The necessity of calculating damages on an individual basis, by itself, can be grounds for not certifying a class. Piggly Wiggly Clarksville, Inc. v. Interstate Brands Corp., 100 Fed. Appx. 296, 297 (5th Cir. 2004) (class certification denied).  Class certification is not appropriate if plaintiffs fail to demonstrate that the calculation of individualized actual economic damages, if any, suffered by the class members can be performed in accordance with the predominance requirement of Fed. R. Civ. P. 23(b)(3).  Id.  Certification under Fed. R. Civ. P. 23(b)(3) is not appropriate where plaintiffs’ claims for compensatory and punitive damages must focus almost entirely on facts and issues specific to individuals rather than the class as a whole.  Id.  See also, Corley v. Orangefield Indep. Sch. Dist,.152 Fed. Appx. 350 (5th Cir. 2005) (although relatively few motions to certify a class fail because of disparities in the damages suffered by the class members, courts have nonetheless noted that the lack of a suitable formula for calculation of damages may defeat predominance).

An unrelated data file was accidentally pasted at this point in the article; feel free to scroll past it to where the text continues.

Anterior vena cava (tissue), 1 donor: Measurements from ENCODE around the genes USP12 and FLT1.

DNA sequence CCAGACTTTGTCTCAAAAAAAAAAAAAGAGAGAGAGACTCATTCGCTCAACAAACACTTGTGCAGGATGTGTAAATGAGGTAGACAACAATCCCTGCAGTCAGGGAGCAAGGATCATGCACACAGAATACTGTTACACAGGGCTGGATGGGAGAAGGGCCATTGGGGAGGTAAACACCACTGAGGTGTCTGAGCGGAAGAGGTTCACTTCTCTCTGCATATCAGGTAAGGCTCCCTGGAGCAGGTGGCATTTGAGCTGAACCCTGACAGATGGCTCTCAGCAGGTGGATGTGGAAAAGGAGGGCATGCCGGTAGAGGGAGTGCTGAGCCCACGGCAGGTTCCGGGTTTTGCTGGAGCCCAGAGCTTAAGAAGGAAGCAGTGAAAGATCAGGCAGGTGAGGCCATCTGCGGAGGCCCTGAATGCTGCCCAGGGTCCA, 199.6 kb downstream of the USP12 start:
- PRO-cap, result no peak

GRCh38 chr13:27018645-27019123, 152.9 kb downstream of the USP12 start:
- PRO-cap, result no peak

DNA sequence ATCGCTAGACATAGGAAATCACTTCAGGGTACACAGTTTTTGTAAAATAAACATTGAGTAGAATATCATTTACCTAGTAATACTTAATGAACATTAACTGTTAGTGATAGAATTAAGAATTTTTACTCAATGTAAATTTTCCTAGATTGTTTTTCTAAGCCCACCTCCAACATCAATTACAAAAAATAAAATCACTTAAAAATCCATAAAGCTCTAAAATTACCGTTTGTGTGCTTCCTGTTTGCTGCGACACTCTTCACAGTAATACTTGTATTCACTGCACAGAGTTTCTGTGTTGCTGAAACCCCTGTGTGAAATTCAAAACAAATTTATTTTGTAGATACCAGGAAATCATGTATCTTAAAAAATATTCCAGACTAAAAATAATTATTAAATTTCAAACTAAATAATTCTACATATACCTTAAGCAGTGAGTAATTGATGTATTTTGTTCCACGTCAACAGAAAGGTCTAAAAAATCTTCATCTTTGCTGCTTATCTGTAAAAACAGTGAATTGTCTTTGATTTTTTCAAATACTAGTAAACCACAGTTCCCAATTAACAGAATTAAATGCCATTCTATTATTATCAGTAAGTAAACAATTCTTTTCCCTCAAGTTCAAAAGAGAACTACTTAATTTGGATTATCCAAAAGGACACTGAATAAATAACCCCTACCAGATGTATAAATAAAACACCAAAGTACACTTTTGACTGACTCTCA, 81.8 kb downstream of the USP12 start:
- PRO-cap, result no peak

In Bertulli v. Indep. Ass’n of Cont’l Pilots, 242 F.3d 290, 293 (5th Cir. 2001), plaintiffs were pilots that filed suit against Continental Airlines and the Independent Association of Continental Pilots alleging that they were injured when they lost seniority after the defendants agreed to restore the seniority of eleven pilots who had lost their seniority when they participated in a strike in 1983-85.  The District Court granted certification and on appeal to the Circuit Court the defendants argued that common issues did not predominate because damages under both the Railway Labor Act and the Labor-Management Reporting and Disclosure Act must be calculated in a highly individualized manner.  Id. at 298.   In affirming the certification order, the Circuit Court held that although calculating damages will require some individualized determinations, virtually every issue prior to damages was a common issue.  Id.  The plaintiffs’ suit boiled down to one basic factual claim: the defendants’ Association took a single act that caused every plaintiff to lose seniority.  Id.  Because every aspect of liability in the case involved this common issue, the issue of damages would not defeat certification.  Id.   See also, Mullen v. Treasure Chest Casino, L.L.C., 186 F.3d 620 (5th Cir. 1999) (because the common issues pertaining to class members theories of liability are independently sufficient to establish commonality, it is irrelevant whether the class members uniformly allege damages).